4. Text in a few minutes. First photo is of the old toaster oven I use. I’ve marked the dials with two settings, one for baking the clay and the other for heating the styrene for plunging. I used the meat thermometer at first when I had the oven in the garage and it got quite cold out there. The styrene takes anywhere from 12 to 15 minuets to heat up depending on the thickness. Not sure what material the white pad is but I use it to keep the balsa, or clay, from coming in contact with the tile. Doesn’t melt or burn. Second photo top left: in, top right: not ready although the styrene has started to sink into the opening, bottom left: better, styrene should be very wet looking with a slight yellow tinge, bottom right: plunge Let it cool a bit then remove clips and separate from the mould. Looks ok but, as you can tell by the crease on one side, the mould wasn’t equal distance around the opening. Try again. Thanks for looking Dennis Apologies for the poor quality of the photos but it was a bit tricky trying to do this in front of the hot oven.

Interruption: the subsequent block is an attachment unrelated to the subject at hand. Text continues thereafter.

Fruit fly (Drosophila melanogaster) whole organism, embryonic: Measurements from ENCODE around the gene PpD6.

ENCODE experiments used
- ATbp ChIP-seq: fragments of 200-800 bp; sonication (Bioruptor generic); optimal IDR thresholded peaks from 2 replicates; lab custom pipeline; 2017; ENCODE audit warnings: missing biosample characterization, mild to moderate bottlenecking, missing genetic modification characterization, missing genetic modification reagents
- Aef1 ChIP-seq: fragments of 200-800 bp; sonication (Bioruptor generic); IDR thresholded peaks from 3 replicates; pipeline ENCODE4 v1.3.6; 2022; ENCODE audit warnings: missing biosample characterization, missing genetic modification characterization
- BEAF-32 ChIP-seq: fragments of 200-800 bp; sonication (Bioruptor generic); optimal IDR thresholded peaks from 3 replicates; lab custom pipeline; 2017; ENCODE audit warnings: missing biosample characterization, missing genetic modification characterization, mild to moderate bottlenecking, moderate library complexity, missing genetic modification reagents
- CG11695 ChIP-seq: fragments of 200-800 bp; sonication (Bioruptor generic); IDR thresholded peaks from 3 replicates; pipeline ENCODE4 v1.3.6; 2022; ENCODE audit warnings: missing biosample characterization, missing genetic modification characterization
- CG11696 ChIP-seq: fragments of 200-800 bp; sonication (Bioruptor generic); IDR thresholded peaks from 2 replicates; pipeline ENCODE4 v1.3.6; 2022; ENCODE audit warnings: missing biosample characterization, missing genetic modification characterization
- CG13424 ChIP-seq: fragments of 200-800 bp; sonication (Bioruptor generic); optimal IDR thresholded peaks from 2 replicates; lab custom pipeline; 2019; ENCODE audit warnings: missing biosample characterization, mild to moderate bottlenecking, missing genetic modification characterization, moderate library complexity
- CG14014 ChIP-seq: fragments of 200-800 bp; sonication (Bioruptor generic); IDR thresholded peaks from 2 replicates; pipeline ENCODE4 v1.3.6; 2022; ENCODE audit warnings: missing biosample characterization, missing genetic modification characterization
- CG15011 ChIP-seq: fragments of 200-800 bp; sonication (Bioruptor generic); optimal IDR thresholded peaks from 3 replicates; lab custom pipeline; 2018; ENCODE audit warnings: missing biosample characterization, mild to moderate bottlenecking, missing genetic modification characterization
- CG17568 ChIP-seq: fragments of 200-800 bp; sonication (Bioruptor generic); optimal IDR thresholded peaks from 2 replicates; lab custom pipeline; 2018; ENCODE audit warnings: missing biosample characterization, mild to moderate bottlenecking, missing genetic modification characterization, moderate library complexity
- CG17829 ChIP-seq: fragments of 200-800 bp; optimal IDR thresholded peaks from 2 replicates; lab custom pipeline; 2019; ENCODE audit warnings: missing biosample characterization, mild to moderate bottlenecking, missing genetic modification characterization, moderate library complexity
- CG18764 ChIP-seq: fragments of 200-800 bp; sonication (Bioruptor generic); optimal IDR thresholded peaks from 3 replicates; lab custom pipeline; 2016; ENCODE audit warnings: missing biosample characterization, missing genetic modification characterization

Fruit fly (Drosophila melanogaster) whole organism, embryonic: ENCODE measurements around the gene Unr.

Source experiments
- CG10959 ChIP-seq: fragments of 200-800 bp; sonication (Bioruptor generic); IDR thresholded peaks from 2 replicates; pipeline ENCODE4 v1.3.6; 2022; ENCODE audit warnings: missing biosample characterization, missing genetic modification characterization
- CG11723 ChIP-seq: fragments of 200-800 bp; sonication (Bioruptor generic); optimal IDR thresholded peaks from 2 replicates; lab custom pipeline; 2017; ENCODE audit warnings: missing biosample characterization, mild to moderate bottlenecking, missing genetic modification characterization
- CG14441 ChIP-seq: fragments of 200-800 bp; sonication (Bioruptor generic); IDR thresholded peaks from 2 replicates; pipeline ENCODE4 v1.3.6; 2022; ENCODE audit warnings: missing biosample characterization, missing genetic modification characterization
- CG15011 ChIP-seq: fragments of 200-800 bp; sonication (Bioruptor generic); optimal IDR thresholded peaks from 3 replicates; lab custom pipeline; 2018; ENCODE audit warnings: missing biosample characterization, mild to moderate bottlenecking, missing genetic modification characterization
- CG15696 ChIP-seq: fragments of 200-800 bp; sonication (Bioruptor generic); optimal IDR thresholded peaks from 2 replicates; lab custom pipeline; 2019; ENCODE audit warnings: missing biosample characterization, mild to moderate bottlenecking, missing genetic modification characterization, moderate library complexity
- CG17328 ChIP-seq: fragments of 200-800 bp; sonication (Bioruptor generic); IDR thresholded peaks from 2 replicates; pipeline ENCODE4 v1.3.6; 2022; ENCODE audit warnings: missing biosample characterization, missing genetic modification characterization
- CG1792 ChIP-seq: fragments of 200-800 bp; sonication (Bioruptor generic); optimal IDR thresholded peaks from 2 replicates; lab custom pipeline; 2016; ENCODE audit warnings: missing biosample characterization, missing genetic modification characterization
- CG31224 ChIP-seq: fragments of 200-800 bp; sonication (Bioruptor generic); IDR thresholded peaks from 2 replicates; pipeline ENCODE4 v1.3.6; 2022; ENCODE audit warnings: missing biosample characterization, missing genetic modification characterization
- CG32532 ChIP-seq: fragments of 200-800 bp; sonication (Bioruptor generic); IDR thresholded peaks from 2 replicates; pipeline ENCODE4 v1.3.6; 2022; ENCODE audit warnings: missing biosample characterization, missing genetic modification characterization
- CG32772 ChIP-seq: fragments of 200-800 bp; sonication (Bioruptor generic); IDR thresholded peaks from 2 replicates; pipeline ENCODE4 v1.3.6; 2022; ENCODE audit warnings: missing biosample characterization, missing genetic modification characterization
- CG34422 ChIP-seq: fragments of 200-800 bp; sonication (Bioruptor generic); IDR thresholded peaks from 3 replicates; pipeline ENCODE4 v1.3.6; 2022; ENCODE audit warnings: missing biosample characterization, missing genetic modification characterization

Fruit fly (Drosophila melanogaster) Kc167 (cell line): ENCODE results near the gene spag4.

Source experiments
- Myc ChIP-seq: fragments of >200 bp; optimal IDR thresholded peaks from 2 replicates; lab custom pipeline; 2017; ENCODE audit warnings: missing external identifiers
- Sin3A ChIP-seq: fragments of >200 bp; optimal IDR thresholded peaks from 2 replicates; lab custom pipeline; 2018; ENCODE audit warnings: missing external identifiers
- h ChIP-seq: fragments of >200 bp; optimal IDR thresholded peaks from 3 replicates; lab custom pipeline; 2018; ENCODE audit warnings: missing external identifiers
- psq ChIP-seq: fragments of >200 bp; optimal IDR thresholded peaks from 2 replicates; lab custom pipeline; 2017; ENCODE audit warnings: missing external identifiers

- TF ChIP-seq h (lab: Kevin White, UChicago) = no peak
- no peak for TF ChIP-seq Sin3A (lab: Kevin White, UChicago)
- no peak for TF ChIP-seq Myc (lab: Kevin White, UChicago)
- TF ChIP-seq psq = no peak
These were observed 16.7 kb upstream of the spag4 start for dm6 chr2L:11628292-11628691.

5. I’ve been running a plunge moulding tutorial over on the Scratch Building page and am working on a canopy for the Corsair. Thanks for looking Dennis
  6. Okay, not bad for the first plunge but I'm going to reshape the moulds a little and try another set. These were done using .030 white styrene. Using white initially gives me some idea of any changes I need to make. In Detail & Scale I learned that the canopy actually raises up a couple of inches as it slides back. Good book that! Thanks for looking Dennis
  7. Big enough, four engined. Apparently it was a DC-6B from the Red Bull’s collection. ( How much of that darned stuff do they sell anyway?) Dennis